The Sacramento City Council approved an increase in the city’s minimum wage Tuesday night by a 6-3 vote after a last-minute compromise emerged on the plan and protesters created a tense scene at City Hall.
The new proposal, released as a City Council hearing started, removed controversial exemptions from the original plan but kept the wage numbers the same. The plan still called for the minimum wage to increase to $12.50 an hour by 2020, with increases after that date linked to the Consumer Price Index.
While the compromise plan earned the support of some key interest groups, labor groups and low-wage workers blasted the proposal. Two protesters were taken into police custody, including one woman who yelled, “I’m pregnant” as she was led out of the City Council chambers in handcuffs.
Mayor Kevin Johnson, Councilman Jay Schenirer, and business and labor leaders worked out the compromise in recent days, according to a source with direct knowledge of the negotiations. Leaders of the Sacramento Metro Chamber of Commerce and the political advocacy group Region Business testified in support of the plan.
However, Fabrizio Sasso, head of the Sacramento Central Labor Council and a member of the task force that released the original plan, urged the City Council to vote against the new compromise. Some small-business owners also criticized the proposal.
“I’m not accepting a proposal nobody’s seen,” Sasso said in an interview. “They shouldn’t vote in haste. They should study this and the impacts of it.”
He added during the council hearing that the proposal would “increase income inequality in our city.”
Johnson, Schenirer and council members Allen Warren, Jeff Harris, Rick Jennings and Larry Carr voted for the proposal. Council members Angelique Ashby, Steve Hansen and Eric Guerra voted against the plan.
While the minimum-wage increase in the most recent plan remains unchanged, the proposal does not include a “total compensation” provision from a proposal released last month that would have allowed businesses to pay the lower state minimum wage if they could prove employees took home at least $15 an hour with tips. That provision had been deemed illegal by the state Office of Legislative Counsel, and two workers’ rights groups threatened earlier this month to sue the city if the stipulation was approved.
In addition to the total compensation section, other exemptions in the original proposal also have been removed. Those include exempting employers from paying minimum wage to the following sets of workers: those under the age of 18, some employees with developmental disabilities and employees up to age 25 who are in job training programs “or part of re-entry or release job training programs operated by nonprofit corporations or governmental agencies,” according to a city staff report.
A new provision of the proposal would allow employers to pay $2 an hour below the minimum wage if they provide health care to workers. Credits also would be available to businesses that provide job training to employees.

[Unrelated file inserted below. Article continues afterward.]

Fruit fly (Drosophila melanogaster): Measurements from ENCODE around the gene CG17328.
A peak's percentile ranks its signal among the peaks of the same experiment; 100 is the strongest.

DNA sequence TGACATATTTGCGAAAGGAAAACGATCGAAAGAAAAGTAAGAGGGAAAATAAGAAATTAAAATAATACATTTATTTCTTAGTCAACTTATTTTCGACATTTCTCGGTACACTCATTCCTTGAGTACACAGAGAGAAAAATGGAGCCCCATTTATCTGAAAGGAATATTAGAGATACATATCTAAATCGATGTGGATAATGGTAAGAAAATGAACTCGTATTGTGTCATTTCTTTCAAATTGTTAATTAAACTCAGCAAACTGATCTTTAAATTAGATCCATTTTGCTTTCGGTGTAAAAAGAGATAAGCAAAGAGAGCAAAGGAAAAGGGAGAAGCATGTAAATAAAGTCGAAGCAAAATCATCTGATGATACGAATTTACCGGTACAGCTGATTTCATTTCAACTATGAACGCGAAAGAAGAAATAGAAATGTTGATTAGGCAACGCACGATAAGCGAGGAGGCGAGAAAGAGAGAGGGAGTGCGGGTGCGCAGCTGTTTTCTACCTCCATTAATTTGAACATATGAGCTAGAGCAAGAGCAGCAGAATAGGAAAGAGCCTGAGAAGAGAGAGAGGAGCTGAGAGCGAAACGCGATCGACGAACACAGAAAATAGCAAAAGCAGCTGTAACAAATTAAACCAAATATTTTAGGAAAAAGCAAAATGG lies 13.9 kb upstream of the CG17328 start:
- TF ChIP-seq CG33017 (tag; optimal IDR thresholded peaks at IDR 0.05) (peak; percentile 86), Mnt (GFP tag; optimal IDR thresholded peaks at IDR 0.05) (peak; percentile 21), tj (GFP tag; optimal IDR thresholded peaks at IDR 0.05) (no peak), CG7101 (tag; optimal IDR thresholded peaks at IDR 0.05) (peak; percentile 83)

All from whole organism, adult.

If approved, the minimum-wage increase would start with a boost to $10.50 on Jan. 1, 2017, $11 an hour in 2018 and $11.75 in 2019.
The wage increase schedule for small businesses also changed.
Businesses and nonprofits with fewer than 100 employees would have to pay the new minimum wage one year after other businesses. The previous proposal had allowed businesses with fewer than 40 employees a six-month delay.
In addition to labor leaders, the operators of small businesses – including Relles Florist, Revolution Wines and the Esquire IMAX Theatre – testified against the proposal.
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“This change will add $100,000 to our bottom line,” said Doug Link with the Esquire IMAX, adding that the theater has barely broken even over the past 15 years.
Another speaker, Brenda Ruiz, criticized the City Council for presenting an altered plan the day of the vote. “Are we going to draw it up right now?” she asked. “Let’s get out the cocktail napkins and some Sharpies.”
Business groups, some of whom had opposed the previous proposal, ended up supporting the last-minute plan.
Peter Tateishi, president and CEO of the Sacramento Metro Chamber of Commerce, said “this is a more workable compromise.”
“We’re happy to see the exemptions have been corrected so more small businesses won’t be impacted,” he said.
Schenirer, who co-chaired a mayoral task force that spent weeks exploring a minimum-wage plan, presented the new proposal at the start of the City Council hearing. He acknowledged the changes would not have the support of all of his council colleagues or from many in the large crowd at City Hall.
However, Schenirer said doing nothing was “not acceptable to me.”
“It’s not perfect, it’s not even close to perfect, but I’m not willing to do nothing,” he said. “I don’t think Sacramento should sit around and wait for the state” to potentially raise the minimum wage.
The 15-member task force appointed by Johnson released the initial proposal in September. But support for the plan quickly faded, with major business and labor groups eventually voicing opposition to the proposal in recent days.